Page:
Presentation on theme: "Counting Those Contributions The Match Matters!. Authority Sections 403(a), Essential Assistance and 502, Federal Emergency Assistance, of the Robert."— Presentation transcript:
Counting Those Contributions The Match Matters!
Authority Sections 403(a), Essential Assistance and 502, Federal Emergency Assistance, of the Robert T. Stafford Disaster Relief and Emergency Assistance Act (Stafford Act) 42 U.S.C – 5206, as amended Title 44 Code of Federal Regulations (CFR) §13.24 OMB Circular A-87 Disaster Assistance Policy (DAP) , Donated Resources
What Are Donated Resources Donated Resources include: Volunteer labor Donated equipment Donated materials
Eligibility Essential to eliminating immediate threats Documented by local public official, official’s designee or Primary Agent
Eligibility cont’d Documentation: Separate Project Worksheets Hours worked Work site Description of work for each resource type: volunteer, equipment, materials
Examples Labor Eligible Debris Removal Sandbagging – filling/placement Safety Inspections Mass Care and Sheltering Equipment Bulldozer Vehicles Materials Food, water Sand, dirt, rocks
Determining Value Determining the value of a donated resource is addressed in 44 CFR and DAP Labor Same rate of pay in organization or labor market “Reasonable” fringe benefits Total Volunteer Labor = labor rate X total volunteer hours Documentation
Determining Value cont’d Equipment Total Volunteer Equipment = equipment rate*X total hours used for each equipment type *Rate is based on applicant or FEMA rate, whichever is lower Note: Out of pocket expenses to operate the equipment may be claimed as a donation credit, unless those costs are included in a reimbursed equipment rate claim under a different project.
Determining Value cont’d Materials Must be donated by third party Total Volunteer Materials = current commercial rate based on previous purchase or vendor quote Note: Material from other Federal agencies may not be included.
Compiling Costs Total Project Cost: out-of -pocket costs (OOP) plus value of donated resources limited to the maximum credit allowed -FYI- Maximum Credit Allowed: non-Federal cost share% 25% X OOP expenses Federal cost share % 75%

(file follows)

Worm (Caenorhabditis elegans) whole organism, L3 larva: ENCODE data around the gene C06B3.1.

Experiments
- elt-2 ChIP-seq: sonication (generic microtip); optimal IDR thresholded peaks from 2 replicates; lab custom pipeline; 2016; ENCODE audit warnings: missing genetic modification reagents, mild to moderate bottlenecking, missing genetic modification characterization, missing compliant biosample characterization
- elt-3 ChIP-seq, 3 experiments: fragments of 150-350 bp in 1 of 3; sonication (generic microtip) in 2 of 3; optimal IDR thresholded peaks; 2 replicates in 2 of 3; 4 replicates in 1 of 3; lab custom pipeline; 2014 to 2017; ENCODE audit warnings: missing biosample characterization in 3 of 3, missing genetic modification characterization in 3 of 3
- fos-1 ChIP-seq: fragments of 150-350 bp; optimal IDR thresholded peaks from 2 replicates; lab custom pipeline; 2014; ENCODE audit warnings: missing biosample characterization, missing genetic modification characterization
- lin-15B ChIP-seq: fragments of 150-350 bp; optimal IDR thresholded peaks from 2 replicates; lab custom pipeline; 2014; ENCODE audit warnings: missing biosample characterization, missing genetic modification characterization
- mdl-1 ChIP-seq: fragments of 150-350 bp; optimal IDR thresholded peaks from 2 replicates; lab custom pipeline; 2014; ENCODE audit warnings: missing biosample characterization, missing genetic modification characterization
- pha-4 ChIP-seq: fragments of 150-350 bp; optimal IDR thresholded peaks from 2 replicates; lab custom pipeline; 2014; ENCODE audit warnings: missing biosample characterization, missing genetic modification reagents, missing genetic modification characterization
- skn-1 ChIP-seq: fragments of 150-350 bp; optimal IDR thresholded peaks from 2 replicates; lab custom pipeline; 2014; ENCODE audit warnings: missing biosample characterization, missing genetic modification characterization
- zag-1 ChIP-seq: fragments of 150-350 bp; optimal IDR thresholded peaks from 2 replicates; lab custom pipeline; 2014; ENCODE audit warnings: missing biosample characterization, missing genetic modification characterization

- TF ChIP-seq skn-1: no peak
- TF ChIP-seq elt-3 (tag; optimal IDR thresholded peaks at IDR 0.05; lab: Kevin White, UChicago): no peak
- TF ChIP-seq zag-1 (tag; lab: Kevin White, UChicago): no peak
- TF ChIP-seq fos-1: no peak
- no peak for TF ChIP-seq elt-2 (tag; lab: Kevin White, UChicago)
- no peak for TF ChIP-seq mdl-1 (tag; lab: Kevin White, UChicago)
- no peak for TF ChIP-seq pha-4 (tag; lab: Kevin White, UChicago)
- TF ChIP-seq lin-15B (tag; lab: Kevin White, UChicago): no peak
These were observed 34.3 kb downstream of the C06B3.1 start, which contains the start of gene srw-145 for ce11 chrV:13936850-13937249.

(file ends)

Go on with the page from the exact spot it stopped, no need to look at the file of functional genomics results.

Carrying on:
Compiling Costs - cont’d. When multiple PW’s are used, the Donated Resource Credit may be placed on one “Credit” PW after all emergency work is completed. The “Credit” PW must include all the documentation and reference each applicable emergency work (Cat A or B) Project Worksheet(s).
Compiling Costs - cont’d. The documented donations credit is to be entered on the PW as a line item of the project cost. This amount cannot exceed the maximum credit allowed for donation. Any excess credit may be distributed to other emergency work PW’s for the same Applicant in the same disaster and may not exceed the maximum allowable credit for each PW.
Limitations Donated Resource Credit (DRC): Capped at non-Federal share of Emergency Work (Cat A and Cat B) State may only claim Donated Resource Credit according to the disaster cost-share agreement Note: Credit for donated resources may not be applied for any work performed during a 100% Federally funded period because the non-Federal share would be zero (0) for that period.
Limitations - cont’d. Reasonable logistical support for volunteers doing eligible work may be considered an eligible cost or donations credit by FEMA’s Regional Administrator. Donated resources submitted for credit toward the non-Federal share cannot be from another Federal grant or from other Federally funded sources.
Lessons Learned Joplin, Missouri fatalities 1,800 1,800 injured 7,500 7,500 homes destroyed 18,000 18,000 vehicles destroyed businesses destroyed 1 1 major hospital destroyed Most Most affiliated doctor’s offices/clinics destroyed
Lessons Learned Joplin, Missouri 2 2 Fire Stations destroyed 5 5 schools destroyed/extremely damaged 3,000,000 3,000,000 cubic yards of debris 47% 47% of the community is uninsured or under-insured
Lessons in Success Joplin, Missouri 102,000 volunteers 102,000 volunteers 610,000 volunteer hours 610,000 volunteer hours $8.5 million in donated goods and services $8.5 million in donated goods and services 12,000 hours of donated equipment use 12,000 hours of donated equipment use TOTAL: $17.7 million TOTAL: $17.7 million
Lessons in Success Florida – 2012 Tropical Storm Debby volunteers 214 volunteers 8,251 volunteer hours 8,251 volunteer hours $86,171* in donated goods and services $86,171* in donated goods and services 22 hours of donated equipment use 22 hours of donated equipment use TOTAL: $17,146** TOTAL: $17,146** * Total allowed for offset
Lessons in Success Hurricane Katrina $21 million in volunteer impact 2010 Tennessee Floods $17 million in volunteer impact 2013 Hattiesburg Tornado $1.8 million Red Cross alone
Lessons Learned 2011 Alabama Tornadoes $20 million in volunteer impact not used Superstorm Sandy $137 million in measured volunteer impact not used
Presenters Barbara Cartwright Florida Division of Emergency Management Ken Skalitzky Volunteer Florida